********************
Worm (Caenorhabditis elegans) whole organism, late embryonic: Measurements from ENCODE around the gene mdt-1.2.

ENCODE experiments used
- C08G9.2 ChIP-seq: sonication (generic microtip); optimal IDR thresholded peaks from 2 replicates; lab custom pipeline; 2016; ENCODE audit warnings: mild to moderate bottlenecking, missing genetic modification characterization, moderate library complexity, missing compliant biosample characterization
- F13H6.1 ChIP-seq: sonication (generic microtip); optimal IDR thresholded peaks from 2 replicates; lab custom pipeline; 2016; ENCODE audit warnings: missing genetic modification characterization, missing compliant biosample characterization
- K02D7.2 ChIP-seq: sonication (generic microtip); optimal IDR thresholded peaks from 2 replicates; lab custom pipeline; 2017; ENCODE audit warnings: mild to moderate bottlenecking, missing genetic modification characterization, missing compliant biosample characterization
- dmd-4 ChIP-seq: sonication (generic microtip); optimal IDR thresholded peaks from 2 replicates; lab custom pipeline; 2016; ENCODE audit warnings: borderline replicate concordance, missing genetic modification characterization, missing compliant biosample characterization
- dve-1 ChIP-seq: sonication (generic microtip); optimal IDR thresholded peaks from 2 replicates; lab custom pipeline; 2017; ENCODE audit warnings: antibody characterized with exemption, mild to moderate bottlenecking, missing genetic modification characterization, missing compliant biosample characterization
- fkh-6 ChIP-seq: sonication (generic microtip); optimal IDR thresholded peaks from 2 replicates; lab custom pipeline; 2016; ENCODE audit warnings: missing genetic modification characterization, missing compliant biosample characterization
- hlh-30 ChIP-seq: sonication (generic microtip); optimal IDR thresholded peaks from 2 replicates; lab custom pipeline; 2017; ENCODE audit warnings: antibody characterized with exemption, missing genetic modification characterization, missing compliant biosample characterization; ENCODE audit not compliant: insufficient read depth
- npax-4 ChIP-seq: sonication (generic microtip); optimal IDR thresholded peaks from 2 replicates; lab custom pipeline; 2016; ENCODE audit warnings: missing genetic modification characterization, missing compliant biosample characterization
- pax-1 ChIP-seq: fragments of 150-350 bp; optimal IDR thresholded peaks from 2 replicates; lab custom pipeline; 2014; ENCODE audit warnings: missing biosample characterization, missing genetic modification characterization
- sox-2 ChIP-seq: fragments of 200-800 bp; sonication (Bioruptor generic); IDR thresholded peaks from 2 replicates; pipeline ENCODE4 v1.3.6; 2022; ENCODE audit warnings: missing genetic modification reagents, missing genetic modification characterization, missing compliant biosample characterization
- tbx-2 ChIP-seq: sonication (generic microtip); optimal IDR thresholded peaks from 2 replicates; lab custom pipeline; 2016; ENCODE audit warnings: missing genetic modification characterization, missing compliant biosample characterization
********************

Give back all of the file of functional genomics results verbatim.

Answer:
Worm (Caenorhabditis elegans) whole organism, late embryonic: Measurements from ENCODE around the gene mdt-1.2.

ENCODE experiments used
- C08G9.2 ChIP-seq: sonication (generic microtip); optimal IDR thresholded peaks from 2 replicates; lab custom pipeline; 2016; ENCODE audit warnings: mild to moderate bottlenecking, missing genetic modification characterization, moderate library complexity, missing compliant biosample characterization
- F13H6.1 ChIP-seq: sonication (generic microtip); optimal IDR thresholded peaks from 2 replicates; lab custom pipeline; 2016; ENCODE audit warnings: missing genetic modification characterization, missing compliant biosample characterization
- K02D7.2 ChIP-seq: sonication (generic microtip); optimal IDR thresholded peaks from 2 replicates; lab custom pipeline; 2017; ENCODE audit warnings: mild to moderate bottlenecking, missing genetic modification characterization, missing compliant biosample characterization
- dmd-4 ChIP-seq: sonication (generic microtip); optimal IDR thresholded peaks from 2 replicates; lab custom pipeline; 2016; ENCODE audit warnings: borderline replicate concordance, missing genetic modification characterization, missing compliant biosample characterization
- dve-1 ChIP-seq: sonication (generic microtip); optimal IDR thresholded peaks from 2 replicates; lab custom pipeline; 2017; ENCODE audit warnings: antibody characterized with exemption, mild to moderate bottlenecking, missing genetic modification characterization, missing compliant biosample characterization
- fkh-6 ChIP-seq: sonication (generic microtip); optimal IDR thresholded peaks from 2 replicates; lab custom pipeline; 2016; ENCODE audit warnings: missing genetic modification characterization, missing compliant biosample characterization
- hlh-30 ChIP-seq: sonication (generic microtip); optimal IDR thresholded peaks from 2 replicates; lab custom pipeline; 2017; ENCODE audit warnings: antibody characterized with exemption, missing genetic modification characterization, missing compliant biosample characterization; ENCODE audit not compliant: insufficient read depth
- npax-4 ChIP-seq: sonication (generic microtip); optimal IDR thresholded peaks from 2 replicates; lab custom pipeline; 2016; ENCODE audit warnings: missing genetic modification characterization, missing compliant biosample characterization
- pax-1 ChIP-seq: fragments of 150-350 bp; optimal IDR thresholded peaks from 2 replicates; lab custom pipeline; 2014; ENCODE audit warnings: missing biosample characterization, missing genetic modification characterization
- sox-2 ChIP-seq: fragments of 200-800 bp; sonication (Bioruptor generic); IDR thresholded peaks from 2 replicates; pipeline ENCODE4 v1.3.6; 2022; ENCODE audit warnings: missing genetic modification reagents, missing genetic modification characterization, missing compliant biosample characterization
- tbx-2 ChIP-seq: sonication (generic microtip); optimal IDR thresholded peaks from 2 replicates; lab custom pipeline; 2016; ENCODE audit warnings: missing genetic modification characterization, missing compliant biosample characterization